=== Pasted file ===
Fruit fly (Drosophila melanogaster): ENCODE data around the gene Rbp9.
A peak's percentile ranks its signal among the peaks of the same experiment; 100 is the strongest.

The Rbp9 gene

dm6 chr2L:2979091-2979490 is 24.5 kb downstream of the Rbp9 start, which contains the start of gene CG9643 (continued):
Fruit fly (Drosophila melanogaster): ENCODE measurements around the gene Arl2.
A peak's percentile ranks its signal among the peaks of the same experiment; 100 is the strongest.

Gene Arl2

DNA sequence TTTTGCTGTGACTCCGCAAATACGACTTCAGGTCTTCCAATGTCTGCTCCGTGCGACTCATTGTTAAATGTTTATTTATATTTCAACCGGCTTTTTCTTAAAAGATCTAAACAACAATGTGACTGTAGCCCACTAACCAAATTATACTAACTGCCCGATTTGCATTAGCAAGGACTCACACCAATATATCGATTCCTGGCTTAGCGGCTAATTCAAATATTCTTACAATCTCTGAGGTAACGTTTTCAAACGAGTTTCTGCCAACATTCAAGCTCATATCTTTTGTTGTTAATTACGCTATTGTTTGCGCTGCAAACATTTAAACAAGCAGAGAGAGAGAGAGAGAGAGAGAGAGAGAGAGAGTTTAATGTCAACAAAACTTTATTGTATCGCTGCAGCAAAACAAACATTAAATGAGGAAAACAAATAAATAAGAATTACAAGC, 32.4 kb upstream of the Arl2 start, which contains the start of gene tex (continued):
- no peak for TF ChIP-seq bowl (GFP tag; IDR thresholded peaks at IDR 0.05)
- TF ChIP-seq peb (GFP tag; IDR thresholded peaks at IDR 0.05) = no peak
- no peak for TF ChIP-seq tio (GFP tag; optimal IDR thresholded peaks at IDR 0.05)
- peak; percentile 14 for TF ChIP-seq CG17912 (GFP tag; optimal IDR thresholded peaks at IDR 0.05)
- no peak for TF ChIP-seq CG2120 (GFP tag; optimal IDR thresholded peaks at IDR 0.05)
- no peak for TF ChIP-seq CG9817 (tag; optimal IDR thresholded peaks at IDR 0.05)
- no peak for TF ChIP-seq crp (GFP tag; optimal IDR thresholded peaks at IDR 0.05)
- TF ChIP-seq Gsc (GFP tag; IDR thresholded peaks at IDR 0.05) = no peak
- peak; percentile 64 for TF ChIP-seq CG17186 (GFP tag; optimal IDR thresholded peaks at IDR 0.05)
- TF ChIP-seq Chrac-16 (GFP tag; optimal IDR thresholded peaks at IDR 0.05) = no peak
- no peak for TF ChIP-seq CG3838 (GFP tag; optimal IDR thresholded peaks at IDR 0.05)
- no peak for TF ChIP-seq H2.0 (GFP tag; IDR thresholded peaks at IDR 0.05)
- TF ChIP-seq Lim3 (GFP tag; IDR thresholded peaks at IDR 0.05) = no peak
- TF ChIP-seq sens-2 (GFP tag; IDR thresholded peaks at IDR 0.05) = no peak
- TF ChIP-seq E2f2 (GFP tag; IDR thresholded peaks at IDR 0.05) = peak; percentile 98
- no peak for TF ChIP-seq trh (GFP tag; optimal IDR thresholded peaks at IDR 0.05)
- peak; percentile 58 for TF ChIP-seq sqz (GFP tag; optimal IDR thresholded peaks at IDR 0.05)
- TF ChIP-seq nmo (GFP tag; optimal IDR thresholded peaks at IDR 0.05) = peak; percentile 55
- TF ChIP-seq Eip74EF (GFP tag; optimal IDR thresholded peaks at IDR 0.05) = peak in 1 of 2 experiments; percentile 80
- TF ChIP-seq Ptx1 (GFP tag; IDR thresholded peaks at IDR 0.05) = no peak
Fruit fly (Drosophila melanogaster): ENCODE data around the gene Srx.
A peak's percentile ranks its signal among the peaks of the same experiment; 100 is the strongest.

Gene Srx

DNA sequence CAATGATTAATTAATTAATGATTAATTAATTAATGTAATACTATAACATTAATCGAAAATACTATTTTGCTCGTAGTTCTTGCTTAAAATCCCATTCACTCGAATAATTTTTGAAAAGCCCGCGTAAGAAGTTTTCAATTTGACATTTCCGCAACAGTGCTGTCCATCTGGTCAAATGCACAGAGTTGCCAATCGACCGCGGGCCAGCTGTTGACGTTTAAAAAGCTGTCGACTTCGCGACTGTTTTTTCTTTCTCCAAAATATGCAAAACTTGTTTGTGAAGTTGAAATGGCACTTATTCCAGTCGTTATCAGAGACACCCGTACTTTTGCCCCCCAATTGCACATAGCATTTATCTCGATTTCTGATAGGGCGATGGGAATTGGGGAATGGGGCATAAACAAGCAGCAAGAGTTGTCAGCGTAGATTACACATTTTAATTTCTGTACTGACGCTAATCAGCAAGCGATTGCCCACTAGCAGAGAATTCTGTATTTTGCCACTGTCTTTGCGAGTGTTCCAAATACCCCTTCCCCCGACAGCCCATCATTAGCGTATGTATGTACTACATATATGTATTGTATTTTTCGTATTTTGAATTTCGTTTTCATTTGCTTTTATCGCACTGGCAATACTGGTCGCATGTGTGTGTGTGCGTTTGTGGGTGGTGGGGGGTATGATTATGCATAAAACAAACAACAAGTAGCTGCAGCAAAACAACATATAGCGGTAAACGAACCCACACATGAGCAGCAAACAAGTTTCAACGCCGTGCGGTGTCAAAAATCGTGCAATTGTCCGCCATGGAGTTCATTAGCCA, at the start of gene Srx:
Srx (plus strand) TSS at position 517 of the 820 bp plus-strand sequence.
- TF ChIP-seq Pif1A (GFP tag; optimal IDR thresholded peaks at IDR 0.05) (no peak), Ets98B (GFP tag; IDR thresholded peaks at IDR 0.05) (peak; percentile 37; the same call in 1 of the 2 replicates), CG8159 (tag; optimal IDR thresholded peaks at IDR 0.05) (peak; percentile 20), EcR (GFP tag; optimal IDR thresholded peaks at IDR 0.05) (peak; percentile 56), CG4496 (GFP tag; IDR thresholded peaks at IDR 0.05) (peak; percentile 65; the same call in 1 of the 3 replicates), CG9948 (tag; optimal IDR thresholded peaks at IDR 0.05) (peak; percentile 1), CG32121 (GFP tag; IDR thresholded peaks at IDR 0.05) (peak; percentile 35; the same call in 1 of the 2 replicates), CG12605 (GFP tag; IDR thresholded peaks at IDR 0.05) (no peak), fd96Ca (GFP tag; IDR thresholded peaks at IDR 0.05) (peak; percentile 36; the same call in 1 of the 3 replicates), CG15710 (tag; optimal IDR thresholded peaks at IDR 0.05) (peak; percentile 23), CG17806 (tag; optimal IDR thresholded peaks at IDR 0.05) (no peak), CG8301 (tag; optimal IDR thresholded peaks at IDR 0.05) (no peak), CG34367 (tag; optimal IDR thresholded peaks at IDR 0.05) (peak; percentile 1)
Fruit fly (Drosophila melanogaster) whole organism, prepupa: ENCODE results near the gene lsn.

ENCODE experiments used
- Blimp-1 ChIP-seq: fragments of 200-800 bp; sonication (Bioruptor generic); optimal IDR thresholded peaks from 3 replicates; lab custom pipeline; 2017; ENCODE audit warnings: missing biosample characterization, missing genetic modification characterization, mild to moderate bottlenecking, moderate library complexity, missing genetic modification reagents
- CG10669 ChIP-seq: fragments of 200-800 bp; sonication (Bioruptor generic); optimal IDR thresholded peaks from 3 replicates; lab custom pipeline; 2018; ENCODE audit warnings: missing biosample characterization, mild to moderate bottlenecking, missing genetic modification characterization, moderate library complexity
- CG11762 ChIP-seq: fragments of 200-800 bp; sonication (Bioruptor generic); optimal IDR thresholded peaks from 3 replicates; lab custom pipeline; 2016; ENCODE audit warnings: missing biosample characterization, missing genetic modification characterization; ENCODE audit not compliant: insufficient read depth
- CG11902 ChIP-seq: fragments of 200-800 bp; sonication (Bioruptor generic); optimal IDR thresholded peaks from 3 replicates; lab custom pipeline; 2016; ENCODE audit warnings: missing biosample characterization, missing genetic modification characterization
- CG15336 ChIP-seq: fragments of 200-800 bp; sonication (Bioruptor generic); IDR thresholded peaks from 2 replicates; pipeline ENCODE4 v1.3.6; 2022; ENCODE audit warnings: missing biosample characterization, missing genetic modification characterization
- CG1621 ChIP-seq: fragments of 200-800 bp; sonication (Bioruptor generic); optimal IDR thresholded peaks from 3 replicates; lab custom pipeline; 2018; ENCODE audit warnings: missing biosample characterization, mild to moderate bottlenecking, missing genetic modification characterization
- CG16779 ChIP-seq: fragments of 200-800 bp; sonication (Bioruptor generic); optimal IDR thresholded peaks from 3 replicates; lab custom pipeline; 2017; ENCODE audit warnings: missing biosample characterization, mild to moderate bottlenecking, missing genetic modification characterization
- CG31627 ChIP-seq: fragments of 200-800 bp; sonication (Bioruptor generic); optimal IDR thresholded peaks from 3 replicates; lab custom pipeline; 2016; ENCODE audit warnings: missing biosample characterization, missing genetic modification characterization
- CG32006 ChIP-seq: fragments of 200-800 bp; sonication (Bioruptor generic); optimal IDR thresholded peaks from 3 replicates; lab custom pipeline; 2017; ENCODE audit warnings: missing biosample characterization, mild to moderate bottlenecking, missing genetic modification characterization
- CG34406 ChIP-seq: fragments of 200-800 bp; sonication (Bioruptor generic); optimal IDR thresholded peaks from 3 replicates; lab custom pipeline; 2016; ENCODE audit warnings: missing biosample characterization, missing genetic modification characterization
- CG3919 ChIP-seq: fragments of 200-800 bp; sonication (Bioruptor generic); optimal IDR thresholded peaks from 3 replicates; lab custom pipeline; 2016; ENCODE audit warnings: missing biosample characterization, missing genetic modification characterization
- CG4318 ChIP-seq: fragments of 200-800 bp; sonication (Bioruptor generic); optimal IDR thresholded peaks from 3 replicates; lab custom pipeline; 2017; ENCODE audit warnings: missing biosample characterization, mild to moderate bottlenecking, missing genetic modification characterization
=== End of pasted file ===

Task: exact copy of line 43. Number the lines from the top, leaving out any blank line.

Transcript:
- CG16779 ChIP-seq: fragments of 200-800 bp; sonication (Bioruptor generic); optimal IDR thresholded peaks from 3 replicates; lab custom pipeline; 2017; ENCODE audit warnings: missing biosample characterization, mild to moderate bottlenecking, missing genetic modification characterization